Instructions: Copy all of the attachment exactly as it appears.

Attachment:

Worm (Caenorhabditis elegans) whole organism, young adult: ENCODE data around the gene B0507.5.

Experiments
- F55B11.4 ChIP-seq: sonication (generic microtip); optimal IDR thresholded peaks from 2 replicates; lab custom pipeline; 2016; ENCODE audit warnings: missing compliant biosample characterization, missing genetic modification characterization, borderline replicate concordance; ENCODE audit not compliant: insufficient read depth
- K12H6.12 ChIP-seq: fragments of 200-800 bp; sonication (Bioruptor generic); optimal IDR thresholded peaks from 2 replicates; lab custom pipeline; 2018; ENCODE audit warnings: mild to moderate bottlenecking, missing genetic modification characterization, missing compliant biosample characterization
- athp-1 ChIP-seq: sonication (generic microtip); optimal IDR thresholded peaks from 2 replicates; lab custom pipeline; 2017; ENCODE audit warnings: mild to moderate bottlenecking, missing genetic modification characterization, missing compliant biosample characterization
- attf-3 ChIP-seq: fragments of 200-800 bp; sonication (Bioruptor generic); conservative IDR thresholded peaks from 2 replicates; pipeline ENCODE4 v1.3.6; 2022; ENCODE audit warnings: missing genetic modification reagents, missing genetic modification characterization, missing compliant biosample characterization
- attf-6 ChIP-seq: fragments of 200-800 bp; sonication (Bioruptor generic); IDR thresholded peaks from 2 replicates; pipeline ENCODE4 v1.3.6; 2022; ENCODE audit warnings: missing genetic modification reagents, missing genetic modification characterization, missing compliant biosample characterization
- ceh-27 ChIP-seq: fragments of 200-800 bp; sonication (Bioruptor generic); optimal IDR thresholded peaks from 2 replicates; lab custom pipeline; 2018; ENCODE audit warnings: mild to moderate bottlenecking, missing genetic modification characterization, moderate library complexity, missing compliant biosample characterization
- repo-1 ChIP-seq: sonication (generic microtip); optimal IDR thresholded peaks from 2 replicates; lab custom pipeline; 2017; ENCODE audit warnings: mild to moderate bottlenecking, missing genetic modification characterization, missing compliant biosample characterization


Worm (Caenorhabditis elegans) whole organism, young adult: ENCODE data around the gene B0507.5.

Experiments
- F55B11.4 ChIP-seq: sonication (generic microtip); optimal IDR thresholded peaks from 2 replicates; lab custom pipeline; 2016; ENCODE audit warnings: missing compliant biosample characterization, missing genetic modification characterization, borderline replicate concordance; ENCODE audit not compliant: insufficient read depth
- K12H6.12 ChIP-seq: fragments of 200-800 bp; sonication (Bioruptor generic); optimal IDR thresholded peaks from 2 replicates; lab custom pipeline; 2018; ENCODE audit warnings: mild to moderate bottlenecking, missing genetic modification characterization, missing compliant biosample characterization
- athp-1 ChIP-seq: sonication (generic microtip); optimal IDR thresholded peaks from 2 replicates; lab custom pipeline; 2017; ENCODE audit warnings: mild to moderate bottlenecking, missing genetic modification characterization, missing compliant biosample characterization
- attf-3 ChIP-seq: fragments of 200-800 bp; sonication (Bioruptor generic); conservative IDR thresholded peaks from 2 replicates; pipeline ENCODE4 v1.3.6; 2022; ENCODE audit warnings: missing genetic modification reagents, missing genetic modification characterization, missing compliant biosample characterization
- attf-6 ChIP-seq: fragments of 200-800 bp; sonication (Bioruptor generic); IDR thresholded peaks from 2 replicates; pipeline ENCODE4 v1.3.6; 2022; ENCODE audit warnings: missing genetic modification reagents, missing genetic modification characterization, missing compliant biosample characterization
- ceh-27 ChIP-seq: fragments of 200-800 bp; sonication (Bioruptor generic); optimal IDR thresholded peaks from 2 replicates; lab custom pipeline; 2018; ENCODE audit warnings: mild to moderate bottlenecking, missing genetic modification characterization, moderate library complexity, missing compliant biosample characterization
- repo-1 ChIP-seq: sonication (generic microtip); optimal IDR thresholded peaks from 2 replicates; lab custom pipeline; 2017; ENCODE audit warnings: mild to moderate bottlenecking, missing genetic modification characterization, missing compliant biosample characterization